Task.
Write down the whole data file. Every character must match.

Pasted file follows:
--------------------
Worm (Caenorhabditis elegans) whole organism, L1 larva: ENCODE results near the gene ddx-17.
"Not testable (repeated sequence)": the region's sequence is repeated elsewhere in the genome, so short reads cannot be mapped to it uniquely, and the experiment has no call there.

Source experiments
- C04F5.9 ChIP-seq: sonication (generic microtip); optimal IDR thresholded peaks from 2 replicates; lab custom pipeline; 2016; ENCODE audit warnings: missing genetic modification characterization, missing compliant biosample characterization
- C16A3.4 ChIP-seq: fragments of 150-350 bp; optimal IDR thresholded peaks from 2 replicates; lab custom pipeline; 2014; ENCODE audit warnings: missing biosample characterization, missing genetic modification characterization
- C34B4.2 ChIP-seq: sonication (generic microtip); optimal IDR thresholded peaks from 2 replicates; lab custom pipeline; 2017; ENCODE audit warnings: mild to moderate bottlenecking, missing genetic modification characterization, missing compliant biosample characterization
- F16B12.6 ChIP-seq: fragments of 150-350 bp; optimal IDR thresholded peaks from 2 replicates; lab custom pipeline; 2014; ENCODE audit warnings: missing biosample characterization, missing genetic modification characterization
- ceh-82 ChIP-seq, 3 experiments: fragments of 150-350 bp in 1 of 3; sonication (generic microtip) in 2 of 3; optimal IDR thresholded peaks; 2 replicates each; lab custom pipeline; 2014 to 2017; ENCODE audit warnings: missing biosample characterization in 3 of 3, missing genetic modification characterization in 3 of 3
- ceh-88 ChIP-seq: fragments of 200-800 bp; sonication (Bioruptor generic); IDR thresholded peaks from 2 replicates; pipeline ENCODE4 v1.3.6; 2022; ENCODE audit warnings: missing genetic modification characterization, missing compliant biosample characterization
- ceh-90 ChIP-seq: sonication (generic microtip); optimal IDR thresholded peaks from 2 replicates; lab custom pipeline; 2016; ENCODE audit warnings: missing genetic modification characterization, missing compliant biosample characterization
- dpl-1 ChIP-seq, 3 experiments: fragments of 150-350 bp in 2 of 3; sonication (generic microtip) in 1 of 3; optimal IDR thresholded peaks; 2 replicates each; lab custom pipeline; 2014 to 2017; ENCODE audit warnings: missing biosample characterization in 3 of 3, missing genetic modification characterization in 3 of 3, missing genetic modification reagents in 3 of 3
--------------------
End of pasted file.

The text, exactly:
Worm (Caenorhabditis elegans) whole organism, L1 larva: ENCODE results near the gene ddx-17.
"Not testable (repeated sequence)": the region's sequence is repeated elsewhere in the genome, so short reads cannot be mapped to it uniquely, and the experiment has no call there.

Source experiments
- C04F5.9 ChIP-seq: sonication (generic microtip); optimal IDR thresholded peaks from 2 replicates; lab custom pipeline; 2016; ENCODE audit warnings: missing genetic modification characterization, missing compliant biosample characterization
- C16A3.4 ChIP-seq: fragments of 150-350 bp; optimal IDR thresholded peaks from 2 replicates; lab custom pipeline; 2014; ENCODE audit warnings: missing biosample characterization, missing genetic modification characterization
- C34B4.2 ChIP-seq: sonication (generic microtip); optimal IDR thresholded peaks from 2 replicates; lab custom pipeline; 2017; ENCODE audit warnings: mild to moderate bottlenecking, missing genetic modification characterization, missing compliant biosample characterization
- F16B12.6 ChIP-seq: fragments of 150-350 bp; optimal IDR thresholded peaks from 2 replicates; lab custom pipeline; 2014; ENCODE audit warnings: missing biosample characterization, missing genetic modification characterization
- ceh-82 ChIP-seq, 3 experiments: fragments of 150-350 bp in 1 of 3; sonication (generic microtip) in 2 of 3; optimal IDR thresholded peaks; 2 replicates each; lab custom pipeline; 2014 to 2017; ENCODE audit warnings: missing biosample characterization in 3 of 3, missing genetic modification characterization in 3 of 3
- ceh-88 ChIP-seq: fragments of 200-800 bp; sonication (Bioruptor generic); IDR thresholded peaks from 2 replicates; pipeline ENCODE4 v1.3.6; 2022; ENCODE audit warnings: missing genetic modification characterization, missing compliant biosample characterization
- ceh-90 ChIP-seq: sonication (generic microtip); optimal IDR thresholded peaks from 2 replicates; lab custom pipeline; 2016; ENCODE audit warnings: missing genetic modification characterization, missing compliant biosample characterization
- dpl-1 ChIP-seq, 3 experiments: fragments of 150-350 bp in 2 of 3; sonication (generic microtip) in 1 of 3; optimal IDR thresholded peaks; 2 replicates each; lab custom pipeline; 2014 to 2017; ENCODE audit warnings: missing biosample characterization in 3 of 3, missing genetic modification characterization in 3 of 3, missing genetic modification reagents in 3 of 3